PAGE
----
Better STEM education and healthier water quality in the Pacific Northwest — where Boeing has its largest footprint — create the perfect storm for a Seattle-area nonprofit’s stormwater curriculum development that will reach fourth-graders around Seattle.
The Community Waters Science Unit, created in a partnership with Seattle Public Schools and IslandWood, helps teachers nurture a new generation of clean-water enthusiasts with engineering lessons that examine the causes and remedies to the region’s stormwater issue, which connects to protecting healthy salmon habitat.
Boeing Global Engagement is sponsoring the program as part of the company’s commitment to environmental stewardship and education in science, technology, engineering and math, or STEM.
“Teachers use the schoolyard as a rainy-day lab to understand how impervious surfaces contribute to pollution in area waterways,” said Kate Bedient, director of urban programs at IslandWood.”Students see themselves as problem solvers, who are learning the engineer-design process to address issues of stormwater in their own schoolyards.”
Students go to their playgrounds but not for recess. Instead, they look for problem areas where water collects or runs off without being filtered first. In the classroom, they test stormwater solutions on a small scale. They have the opportunity to design and build more sophisticated filtration systems using plants, fiber, woody debris and other gizmos. They then test to see whether the larger scale filtration systems produce cleaner water.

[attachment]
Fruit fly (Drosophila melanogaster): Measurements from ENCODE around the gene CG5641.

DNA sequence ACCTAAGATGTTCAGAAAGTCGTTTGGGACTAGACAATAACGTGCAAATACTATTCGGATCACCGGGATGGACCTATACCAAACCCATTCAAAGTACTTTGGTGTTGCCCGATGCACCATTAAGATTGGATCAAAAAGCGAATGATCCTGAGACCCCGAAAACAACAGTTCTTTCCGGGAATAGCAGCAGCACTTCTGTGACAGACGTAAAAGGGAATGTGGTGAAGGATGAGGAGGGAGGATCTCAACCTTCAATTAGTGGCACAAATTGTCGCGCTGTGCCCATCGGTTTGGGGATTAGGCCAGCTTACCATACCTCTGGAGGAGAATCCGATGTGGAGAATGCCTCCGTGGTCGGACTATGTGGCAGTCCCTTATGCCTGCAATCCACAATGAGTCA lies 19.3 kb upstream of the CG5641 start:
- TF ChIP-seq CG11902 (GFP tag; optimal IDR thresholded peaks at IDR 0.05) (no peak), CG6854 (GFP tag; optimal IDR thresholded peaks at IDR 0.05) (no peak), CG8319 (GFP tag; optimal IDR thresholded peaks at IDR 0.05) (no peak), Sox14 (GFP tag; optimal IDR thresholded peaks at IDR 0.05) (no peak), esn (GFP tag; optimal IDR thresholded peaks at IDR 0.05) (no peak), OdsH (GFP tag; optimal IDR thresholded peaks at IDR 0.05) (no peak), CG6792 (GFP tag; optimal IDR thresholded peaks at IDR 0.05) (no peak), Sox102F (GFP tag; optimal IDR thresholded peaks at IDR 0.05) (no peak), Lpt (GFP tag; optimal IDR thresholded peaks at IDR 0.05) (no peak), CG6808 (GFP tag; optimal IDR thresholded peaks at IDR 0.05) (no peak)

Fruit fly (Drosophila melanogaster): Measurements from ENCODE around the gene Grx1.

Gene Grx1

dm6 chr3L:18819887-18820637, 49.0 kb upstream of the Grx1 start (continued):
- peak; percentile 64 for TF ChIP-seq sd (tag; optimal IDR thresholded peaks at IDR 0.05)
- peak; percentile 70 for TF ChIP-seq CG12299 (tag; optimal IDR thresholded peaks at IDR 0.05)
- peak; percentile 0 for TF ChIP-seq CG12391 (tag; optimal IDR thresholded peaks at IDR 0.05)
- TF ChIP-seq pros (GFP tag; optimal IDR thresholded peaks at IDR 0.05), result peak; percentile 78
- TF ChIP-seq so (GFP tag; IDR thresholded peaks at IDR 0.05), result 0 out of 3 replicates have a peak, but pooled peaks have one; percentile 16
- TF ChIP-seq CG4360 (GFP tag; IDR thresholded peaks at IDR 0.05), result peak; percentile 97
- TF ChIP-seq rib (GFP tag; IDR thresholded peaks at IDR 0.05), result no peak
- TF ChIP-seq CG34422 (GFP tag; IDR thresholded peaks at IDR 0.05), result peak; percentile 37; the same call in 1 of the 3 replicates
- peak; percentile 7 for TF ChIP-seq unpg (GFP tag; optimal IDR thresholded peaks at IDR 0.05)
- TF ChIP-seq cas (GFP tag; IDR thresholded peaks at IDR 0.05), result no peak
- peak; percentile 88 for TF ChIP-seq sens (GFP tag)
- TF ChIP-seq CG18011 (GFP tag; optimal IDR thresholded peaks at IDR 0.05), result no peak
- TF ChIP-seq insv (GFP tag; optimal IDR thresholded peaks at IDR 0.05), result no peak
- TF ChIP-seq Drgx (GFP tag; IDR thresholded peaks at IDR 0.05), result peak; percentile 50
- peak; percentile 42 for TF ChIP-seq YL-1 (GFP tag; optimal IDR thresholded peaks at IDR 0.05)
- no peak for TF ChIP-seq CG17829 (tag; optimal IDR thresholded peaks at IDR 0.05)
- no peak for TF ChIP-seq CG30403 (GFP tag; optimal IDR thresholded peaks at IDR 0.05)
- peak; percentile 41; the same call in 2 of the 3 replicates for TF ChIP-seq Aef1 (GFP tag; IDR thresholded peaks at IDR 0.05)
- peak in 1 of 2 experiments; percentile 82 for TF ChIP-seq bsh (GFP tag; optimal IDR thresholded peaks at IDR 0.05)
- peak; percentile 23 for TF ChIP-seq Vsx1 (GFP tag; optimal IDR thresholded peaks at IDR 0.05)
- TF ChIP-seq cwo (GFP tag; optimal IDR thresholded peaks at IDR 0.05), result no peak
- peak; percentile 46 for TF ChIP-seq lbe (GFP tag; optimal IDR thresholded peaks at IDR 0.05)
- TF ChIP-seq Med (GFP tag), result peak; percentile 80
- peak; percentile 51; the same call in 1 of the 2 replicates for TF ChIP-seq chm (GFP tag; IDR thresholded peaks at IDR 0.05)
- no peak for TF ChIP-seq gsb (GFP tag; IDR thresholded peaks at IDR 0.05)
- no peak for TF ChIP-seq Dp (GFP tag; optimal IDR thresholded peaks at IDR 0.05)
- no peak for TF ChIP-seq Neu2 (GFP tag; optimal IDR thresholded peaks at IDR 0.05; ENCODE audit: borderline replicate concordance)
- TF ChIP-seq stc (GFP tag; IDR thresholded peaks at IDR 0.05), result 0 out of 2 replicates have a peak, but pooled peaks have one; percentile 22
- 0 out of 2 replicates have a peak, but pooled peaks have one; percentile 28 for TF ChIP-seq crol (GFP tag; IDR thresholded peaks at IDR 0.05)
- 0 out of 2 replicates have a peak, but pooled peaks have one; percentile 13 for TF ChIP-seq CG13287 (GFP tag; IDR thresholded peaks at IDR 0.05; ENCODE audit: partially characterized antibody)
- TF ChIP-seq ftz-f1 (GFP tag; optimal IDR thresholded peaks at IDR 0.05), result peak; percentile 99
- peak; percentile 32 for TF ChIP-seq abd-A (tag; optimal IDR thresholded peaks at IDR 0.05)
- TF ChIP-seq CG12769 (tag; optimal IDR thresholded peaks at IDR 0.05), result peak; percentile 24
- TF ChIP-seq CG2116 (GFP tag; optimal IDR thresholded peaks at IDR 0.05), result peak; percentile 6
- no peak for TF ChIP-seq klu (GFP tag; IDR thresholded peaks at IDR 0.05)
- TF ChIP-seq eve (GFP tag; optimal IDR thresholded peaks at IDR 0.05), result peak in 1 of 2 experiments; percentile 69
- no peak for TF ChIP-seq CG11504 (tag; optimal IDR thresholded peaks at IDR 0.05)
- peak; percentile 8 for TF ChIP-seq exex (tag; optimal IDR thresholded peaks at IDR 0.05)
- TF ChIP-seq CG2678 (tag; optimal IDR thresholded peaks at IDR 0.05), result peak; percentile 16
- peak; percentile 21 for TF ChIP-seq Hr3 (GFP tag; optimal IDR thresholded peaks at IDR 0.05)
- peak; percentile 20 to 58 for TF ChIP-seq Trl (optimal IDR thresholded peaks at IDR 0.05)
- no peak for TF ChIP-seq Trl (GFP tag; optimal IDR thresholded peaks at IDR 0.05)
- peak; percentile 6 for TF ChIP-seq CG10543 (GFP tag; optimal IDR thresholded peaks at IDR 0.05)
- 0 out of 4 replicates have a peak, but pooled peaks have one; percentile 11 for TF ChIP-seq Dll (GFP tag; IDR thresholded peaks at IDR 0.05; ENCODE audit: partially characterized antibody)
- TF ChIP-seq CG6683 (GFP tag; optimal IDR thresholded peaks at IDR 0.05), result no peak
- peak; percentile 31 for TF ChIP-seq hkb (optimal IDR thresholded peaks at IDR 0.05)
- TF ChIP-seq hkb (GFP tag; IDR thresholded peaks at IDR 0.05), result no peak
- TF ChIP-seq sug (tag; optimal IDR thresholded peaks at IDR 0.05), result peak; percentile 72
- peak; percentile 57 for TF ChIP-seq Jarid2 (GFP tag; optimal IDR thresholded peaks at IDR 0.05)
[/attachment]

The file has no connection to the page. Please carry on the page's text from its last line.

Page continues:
Students study the benefits of rain gardens, green infrastructure and bioswales, engineered filters that trap pollutants before they reach waterways. This engineering unit incorporates Next Generation Science Standards, and the Ambitious Science Teaching framework – the gold standard of science curriculum development.
Managing stormwater is critical to Boeing’s operations. The company manages stormwater at all of its industrial sites to improve water quality and comply with government permit requirements.
Boeing hosted IslandWood at its booth at the recent Duwamish River Festival, the flagship event of the Duwamish River Cleanup Coalition/Technical Advisory Group. IslandWood educator, Celina Steiger, was on hand to teach community children and their parents how to build a stormwater treatment system using items to represent plants, logs, rocks and wetlands). The children tested the water quality after building mini rain gardens to find their work resulted in crystal-clear water and no erosion.
Stormwater runoff is rain that falls on streets, parking areas, sports fields, gravel lots, rooftops or other developed land. It then flows into nearby gutters and storm drains and into Puget Sound streams, lakes, rivers and bays, which makes it critically important to manage and protect the quality of stormwater. In Washington state, stormwater pollution contributes to 30 percent of the pollution in waters, according to King County, a Boeing partner in the Lower Duwamish Waterway Group.
By Monica Zimmer